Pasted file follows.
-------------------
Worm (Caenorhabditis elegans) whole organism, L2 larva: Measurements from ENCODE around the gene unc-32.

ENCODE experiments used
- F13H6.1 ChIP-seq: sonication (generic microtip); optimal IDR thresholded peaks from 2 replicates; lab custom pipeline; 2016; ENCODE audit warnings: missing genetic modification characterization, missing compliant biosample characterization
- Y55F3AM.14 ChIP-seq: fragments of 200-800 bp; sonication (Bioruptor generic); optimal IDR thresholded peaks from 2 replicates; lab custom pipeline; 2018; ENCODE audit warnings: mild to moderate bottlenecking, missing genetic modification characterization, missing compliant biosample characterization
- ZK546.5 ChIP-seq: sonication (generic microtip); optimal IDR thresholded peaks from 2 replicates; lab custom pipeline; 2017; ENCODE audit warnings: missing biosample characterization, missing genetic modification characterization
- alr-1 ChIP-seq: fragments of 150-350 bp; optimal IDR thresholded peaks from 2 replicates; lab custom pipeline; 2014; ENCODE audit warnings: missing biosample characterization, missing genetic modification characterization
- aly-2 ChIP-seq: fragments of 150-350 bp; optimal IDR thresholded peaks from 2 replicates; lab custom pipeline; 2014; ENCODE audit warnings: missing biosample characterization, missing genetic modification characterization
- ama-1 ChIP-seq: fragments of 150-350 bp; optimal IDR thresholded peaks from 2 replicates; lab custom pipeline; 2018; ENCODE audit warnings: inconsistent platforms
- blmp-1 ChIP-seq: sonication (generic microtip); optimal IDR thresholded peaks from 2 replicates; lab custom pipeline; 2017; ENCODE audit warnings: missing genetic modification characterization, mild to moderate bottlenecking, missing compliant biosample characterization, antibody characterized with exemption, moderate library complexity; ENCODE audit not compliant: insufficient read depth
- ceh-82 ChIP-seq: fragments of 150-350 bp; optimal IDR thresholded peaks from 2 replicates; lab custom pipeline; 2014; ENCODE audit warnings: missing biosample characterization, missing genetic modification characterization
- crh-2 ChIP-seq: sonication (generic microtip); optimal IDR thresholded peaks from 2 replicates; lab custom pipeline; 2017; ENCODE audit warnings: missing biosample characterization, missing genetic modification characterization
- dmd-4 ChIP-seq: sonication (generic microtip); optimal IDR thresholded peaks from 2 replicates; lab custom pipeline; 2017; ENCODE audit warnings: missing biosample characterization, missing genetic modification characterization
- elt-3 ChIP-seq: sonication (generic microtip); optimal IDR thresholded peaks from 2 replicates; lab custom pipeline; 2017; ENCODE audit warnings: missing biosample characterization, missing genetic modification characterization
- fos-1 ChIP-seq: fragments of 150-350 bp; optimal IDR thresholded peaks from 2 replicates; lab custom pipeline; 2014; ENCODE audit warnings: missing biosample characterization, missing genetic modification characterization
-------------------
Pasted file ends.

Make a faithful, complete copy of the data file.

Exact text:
Worm (Caenorhabditis elegans) whole organism, L2 larva: Measurements from ENCODE around the gene unc-32.

ENCODE experiments used
- F13H6.1 ChIP-seq: sonication (generic microtip); optimal IDR thresholded peaks from 2 replicates; lab custom pipeline; 2016; ENCODE audit warnings: missing genetic modification characterization, missing compliant biosample characterization
- Y55F3AM.14 ChIP-seq: fragments of 200-800 bp; sonication (Bioruptor generic); optimal IDR thresholded peaks from 2 replicates; lab custom pipeline; 2018; ENCODE audit warnings: mild to moderate bottlenecking, missing genetic modification characterization, missing compliant biosample characterization
- ZK546.5 ChIP-seq: sonication (generic microtip); optimal IDR thresholded peaks from 2 replicates; lab custom pipeline; 2017; ENCODE audit warnings: missing biosample characterization, missing genetic modification characterization
- alr-1 ChIP-seq: fragments of 150-350 bp; optimal IDR thresholded peaks from 2 replicates; lab custom pipeline; 2014; ENCODE audit warnings: missing biosample characterization, missing genetic modification characterization
- aly-2 ChIP-seq: fragments of 150-350 bp; optimal IDR thresholded peaks from 2 replicates; lab custom pipeline; 2014; ENCODE audit warnings: missing biosample characterization, missing genetic modification characterization
- ama-1 ChIP-seq: fragments of 150-350 bp; optimal IDR thresholded peaks from 2 replicates; lab custom pipeline; 2018; ENCODE audit warnings: inconsistent platforms
- blmp-1 ChIP-seq: sonication (generic microtip); optimal IDR thresholded peaks from 2 replicates; lab custom pipeline; 2017; ENCODE audit warnings: missing genetic modification characterization, mild to moderate bottlenecking, missing compliant biosample characterization, antibody characterized with exemption, moderate library complexity; ENCODE audit not compliant: insufficient read depth
- ceh-82 ChIP-seq: fragments of 150-350 bp; optimal IDR thresholded peaks from 2 replicates; lab custom pipeline; 2014; ENCODE audit warnings: missing biosample characterization, missing genetic modification characterization
- crh-2 ChIP-seq: sonication (generic microtip); optimal IDR thresholded peaks from 2 replicates; lab custom pipeline; 2017; ENCODE audit warnings: missing biosample characterization, missing genetic modification characterization
- dmd-4 ChIP-seq: sonication (generic microtip); optimal IDR thresholded peaks from 2 replicates; lab custom pipeline; 2017; ENCODE audit warnings: missing biosample characterization, missing genetic modification characterization
- elt-3 ChIP-seq: sonication (generic microtip); optimal IDR thresholded peaks from 2 replicates; lab custom pipeline; 2017; ENCODE audit warnings: missing biosample characterization, missing genetic modification characterization
- fos-1 ChIP-seq: fragments of 150-350 bp; optimal IDR thresholded peaks from 2 replicates; lab custom pipeline; 2014; ENCODE audit warnings: missing biosample characterization, missing genetic modification characterization